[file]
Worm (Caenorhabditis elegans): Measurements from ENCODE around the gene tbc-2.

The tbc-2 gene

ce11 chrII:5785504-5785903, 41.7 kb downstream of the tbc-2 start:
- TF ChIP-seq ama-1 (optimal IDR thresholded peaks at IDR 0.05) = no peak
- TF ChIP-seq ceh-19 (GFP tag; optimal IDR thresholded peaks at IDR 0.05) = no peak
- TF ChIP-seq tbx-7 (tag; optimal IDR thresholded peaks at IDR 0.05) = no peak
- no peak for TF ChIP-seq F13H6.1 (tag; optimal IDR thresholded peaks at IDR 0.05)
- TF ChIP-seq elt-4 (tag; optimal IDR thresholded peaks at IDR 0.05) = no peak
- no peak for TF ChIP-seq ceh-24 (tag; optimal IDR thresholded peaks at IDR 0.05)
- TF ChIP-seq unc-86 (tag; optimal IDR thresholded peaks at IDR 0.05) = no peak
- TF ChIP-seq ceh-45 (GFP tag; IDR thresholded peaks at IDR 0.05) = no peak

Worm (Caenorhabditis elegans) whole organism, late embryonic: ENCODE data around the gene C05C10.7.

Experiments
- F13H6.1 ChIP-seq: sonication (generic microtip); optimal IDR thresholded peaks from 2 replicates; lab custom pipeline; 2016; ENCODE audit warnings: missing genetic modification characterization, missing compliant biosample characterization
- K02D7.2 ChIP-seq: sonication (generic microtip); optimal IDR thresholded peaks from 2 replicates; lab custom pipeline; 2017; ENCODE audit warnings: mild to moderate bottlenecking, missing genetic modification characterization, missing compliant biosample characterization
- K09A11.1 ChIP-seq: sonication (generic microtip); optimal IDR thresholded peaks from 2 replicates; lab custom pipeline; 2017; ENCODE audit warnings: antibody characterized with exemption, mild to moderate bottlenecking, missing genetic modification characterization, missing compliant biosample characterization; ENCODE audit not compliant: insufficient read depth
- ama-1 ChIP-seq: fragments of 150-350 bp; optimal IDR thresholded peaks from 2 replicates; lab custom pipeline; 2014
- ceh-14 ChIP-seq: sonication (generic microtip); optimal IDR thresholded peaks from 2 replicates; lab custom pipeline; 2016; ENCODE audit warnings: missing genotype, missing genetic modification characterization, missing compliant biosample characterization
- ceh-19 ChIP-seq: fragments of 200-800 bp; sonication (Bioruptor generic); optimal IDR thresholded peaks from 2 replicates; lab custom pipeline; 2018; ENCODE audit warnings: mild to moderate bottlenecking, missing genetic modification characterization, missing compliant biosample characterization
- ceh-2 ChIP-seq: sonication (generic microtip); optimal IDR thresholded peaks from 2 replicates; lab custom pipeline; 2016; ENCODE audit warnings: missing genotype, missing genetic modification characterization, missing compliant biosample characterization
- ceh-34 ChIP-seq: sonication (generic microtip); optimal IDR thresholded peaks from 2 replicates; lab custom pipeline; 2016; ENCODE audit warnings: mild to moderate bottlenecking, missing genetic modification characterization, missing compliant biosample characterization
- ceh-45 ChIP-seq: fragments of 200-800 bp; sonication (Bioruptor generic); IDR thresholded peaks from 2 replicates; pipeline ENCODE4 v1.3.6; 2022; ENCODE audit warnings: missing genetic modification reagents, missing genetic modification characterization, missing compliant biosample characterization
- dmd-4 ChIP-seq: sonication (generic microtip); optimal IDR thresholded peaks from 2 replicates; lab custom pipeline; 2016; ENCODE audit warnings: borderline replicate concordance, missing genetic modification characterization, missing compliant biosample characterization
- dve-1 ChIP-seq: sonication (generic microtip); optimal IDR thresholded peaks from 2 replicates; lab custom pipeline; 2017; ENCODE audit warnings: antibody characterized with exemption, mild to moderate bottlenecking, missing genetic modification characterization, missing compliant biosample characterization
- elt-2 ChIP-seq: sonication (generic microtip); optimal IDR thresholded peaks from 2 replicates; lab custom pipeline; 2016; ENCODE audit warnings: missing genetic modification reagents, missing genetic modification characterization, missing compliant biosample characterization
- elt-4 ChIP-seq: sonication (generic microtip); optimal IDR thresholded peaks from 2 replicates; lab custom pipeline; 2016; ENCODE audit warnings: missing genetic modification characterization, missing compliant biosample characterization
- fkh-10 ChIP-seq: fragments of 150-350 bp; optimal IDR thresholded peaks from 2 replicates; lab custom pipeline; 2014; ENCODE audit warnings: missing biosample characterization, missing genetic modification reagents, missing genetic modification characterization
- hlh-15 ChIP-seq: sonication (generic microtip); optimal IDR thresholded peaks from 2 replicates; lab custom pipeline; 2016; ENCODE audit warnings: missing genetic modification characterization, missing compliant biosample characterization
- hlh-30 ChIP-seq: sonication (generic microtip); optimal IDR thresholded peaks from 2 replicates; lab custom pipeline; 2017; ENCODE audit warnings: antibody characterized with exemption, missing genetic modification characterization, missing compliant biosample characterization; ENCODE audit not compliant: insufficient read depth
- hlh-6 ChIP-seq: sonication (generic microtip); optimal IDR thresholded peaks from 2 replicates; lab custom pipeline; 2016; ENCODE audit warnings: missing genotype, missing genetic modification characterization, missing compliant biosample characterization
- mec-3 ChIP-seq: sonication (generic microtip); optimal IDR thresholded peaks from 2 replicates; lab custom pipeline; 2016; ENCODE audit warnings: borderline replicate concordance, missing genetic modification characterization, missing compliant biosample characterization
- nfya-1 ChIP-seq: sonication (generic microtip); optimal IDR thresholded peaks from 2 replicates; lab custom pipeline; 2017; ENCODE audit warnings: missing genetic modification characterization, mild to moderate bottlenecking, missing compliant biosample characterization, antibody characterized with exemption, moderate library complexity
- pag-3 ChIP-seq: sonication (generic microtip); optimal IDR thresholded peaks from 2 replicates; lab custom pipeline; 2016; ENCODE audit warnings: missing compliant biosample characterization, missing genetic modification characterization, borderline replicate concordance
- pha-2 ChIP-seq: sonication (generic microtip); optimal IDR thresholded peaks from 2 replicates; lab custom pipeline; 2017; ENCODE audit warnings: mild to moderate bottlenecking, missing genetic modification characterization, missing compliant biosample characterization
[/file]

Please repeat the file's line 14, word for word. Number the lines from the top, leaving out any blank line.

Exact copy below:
- F13H6.1 ChIP-seq: sonication (generic microtip); optimal IDR thresholded peaks from 2 replicates; lab custom pipeline; 2016; ENCODE audit warnings: missing genetic modification characterization, missing compliant biosample characterization